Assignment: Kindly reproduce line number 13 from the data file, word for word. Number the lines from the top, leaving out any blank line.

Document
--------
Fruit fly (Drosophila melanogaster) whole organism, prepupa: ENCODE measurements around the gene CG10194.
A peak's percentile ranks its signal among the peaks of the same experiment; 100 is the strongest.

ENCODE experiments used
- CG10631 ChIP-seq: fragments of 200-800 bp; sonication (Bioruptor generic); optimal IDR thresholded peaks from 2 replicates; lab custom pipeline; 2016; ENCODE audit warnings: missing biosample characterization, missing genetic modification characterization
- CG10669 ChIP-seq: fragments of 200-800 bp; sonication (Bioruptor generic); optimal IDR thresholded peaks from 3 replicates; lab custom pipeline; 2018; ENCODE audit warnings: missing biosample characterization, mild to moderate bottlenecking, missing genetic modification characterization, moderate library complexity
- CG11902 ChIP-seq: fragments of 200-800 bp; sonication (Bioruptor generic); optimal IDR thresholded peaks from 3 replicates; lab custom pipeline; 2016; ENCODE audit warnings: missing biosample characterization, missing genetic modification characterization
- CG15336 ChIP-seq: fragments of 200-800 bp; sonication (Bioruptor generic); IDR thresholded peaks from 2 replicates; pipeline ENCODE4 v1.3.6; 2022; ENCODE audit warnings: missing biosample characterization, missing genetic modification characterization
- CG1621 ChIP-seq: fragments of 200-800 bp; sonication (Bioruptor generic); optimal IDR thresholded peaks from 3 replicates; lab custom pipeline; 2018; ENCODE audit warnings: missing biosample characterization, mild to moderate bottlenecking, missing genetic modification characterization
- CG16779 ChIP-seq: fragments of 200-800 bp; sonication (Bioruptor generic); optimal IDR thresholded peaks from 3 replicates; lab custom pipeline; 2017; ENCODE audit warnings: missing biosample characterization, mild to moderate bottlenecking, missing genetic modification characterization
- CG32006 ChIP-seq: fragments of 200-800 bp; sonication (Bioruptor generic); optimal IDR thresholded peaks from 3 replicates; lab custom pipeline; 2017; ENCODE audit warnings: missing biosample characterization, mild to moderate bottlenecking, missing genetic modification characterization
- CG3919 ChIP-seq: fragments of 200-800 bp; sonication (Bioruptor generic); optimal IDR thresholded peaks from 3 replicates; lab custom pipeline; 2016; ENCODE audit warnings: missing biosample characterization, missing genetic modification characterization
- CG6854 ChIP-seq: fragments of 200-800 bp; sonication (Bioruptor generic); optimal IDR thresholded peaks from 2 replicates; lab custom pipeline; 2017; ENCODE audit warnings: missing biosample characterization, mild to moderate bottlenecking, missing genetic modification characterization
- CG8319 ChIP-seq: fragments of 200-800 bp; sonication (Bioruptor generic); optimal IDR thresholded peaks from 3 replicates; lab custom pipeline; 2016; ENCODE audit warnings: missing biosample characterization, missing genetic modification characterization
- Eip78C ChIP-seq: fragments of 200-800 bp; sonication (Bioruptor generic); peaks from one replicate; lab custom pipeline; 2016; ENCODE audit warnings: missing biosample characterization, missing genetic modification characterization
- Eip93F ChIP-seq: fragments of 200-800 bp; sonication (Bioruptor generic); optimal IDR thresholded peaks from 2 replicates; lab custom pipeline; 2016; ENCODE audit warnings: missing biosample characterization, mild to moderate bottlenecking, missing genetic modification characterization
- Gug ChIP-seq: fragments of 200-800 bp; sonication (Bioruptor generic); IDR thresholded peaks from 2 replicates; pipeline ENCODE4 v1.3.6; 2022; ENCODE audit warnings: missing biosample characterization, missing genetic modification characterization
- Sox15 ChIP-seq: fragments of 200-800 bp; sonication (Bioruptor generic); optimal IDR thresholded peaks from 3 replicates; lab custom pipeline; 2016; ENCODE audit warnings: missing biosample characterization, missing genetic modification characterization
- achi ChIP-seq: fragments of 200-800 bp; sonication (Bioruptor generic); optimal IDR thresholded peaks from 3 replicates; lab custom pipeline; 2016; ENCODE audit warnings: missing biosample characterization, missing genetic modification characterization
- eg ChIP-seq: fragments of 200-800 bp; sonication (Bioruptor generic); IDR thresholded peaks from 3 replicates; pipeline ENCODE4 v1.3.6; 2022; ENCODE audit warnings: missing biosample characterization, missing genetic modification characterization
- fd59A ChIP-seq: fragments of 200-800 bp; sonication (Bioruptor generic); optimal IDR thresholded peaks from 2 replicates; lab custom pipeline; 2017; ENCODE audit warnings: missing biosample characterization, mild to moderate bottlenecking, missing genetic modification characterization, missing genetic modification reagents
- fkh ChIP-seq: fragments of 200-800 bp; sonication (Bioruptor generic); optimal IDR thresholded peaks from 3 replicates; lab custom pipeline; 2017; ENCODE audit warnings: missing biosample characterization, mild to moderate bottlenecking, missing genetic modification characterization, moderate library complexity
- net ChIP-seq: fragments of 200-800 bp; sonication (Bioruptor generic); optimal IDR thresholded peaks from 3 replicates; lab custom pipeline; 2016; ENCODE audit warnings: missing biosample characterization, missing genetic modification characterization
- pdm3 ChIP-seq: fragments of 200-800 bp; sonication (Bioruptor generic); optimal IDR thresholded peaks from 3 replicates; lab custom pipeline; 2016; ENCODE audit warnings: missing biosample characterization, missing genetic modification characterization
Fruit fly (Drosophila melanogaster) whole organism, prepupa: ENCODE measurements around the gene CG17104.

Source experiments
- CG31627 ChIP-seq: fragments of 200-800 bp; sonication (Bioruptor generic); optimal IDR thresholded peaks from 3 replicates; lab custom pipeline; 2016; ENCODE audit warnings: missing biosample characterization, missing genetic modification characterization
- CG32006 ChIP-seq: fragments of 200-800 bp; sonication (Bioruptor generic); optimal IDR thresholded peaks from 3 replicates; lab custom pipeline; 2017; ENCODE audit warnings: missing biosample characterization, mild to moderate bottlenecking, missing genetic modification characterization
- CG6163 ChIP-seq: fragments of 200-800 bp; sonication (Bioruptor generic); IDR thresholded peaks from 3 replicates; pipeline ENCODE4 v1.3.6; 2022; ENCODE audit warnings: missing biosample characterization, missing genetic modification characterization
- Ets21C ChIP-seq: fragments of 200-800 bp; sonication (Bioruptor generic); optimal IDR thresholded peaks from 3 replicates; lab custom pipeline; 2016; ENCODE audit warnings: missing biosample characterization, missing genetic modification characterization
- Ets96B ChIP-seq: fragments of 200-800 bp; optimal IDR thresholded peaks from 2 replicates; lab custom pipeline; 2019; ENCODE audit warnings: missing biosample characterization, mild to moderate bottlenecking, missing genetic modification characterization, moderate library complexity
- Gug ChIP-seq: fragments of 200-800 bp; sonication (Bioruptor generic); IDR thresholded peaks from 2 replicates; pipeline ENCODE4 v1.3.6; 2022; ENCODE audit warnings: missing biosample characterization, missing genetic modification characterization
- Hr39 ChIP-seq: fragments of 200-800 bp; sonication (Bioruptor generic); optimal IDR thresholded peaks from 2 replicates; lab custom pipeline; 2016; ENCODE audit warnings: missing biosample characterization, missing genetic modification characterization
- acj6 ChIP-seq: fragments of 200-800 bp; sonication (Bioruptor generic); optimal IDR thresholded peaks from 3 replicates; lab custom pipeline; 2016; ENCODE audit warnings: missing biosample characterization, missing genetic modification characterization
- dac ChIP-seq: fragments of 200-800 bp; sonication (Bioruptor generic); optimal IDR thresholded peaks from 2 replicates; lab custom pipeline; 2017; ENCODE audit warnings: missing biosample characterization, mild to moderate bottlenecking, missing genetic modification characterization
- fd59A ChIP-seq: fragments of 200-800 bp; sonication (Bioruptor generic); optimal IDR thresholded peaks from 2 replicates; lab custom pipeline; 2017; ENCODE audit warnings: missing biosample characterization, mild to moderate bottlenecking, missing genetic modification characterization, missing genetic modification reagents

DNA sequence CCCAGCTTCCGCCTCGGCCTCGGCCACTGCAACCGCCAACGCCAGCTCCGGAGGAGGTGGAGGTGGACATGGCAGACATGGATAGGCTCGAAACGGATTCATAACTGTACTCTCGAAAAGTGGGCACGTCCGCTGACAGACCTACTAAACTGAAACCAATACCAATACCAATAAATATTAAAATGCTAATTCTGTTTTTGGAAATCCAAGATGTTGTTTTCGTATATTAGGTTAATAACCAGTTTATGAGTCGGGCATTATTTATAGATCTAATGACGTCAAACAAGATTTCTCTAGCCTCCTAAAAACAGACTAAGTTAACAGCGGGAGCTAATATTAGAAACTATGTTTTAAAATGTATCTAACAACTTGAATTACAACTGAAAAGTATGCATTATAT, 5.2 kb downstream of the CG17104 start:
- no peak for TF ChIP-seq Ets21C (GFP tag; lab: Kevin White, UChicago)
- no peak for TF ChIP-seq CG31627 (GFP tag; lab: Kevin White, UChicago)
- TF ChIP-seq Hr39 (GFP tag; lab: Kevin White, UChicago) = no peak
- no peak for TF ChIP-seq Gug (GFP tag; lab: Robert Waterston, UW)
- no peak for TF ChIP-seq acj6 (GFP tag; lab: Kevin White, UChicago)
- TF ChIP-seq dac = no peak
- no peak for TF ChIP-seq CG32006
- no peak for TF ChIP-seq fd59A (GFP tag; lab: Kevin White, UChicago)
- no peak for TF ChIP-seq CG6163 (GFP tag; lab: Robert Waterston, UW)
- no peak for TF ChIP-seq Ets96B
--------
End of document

- CG8319 ChIP-seq: fragments of 200-800 bp; sonication (Bioruptor generic); optimal IDR thresholded peaks from 3 replicates; lab custom pipeline; 2016; ENCODE audit warnings: missing biosample characterization, missing genetic modification characterization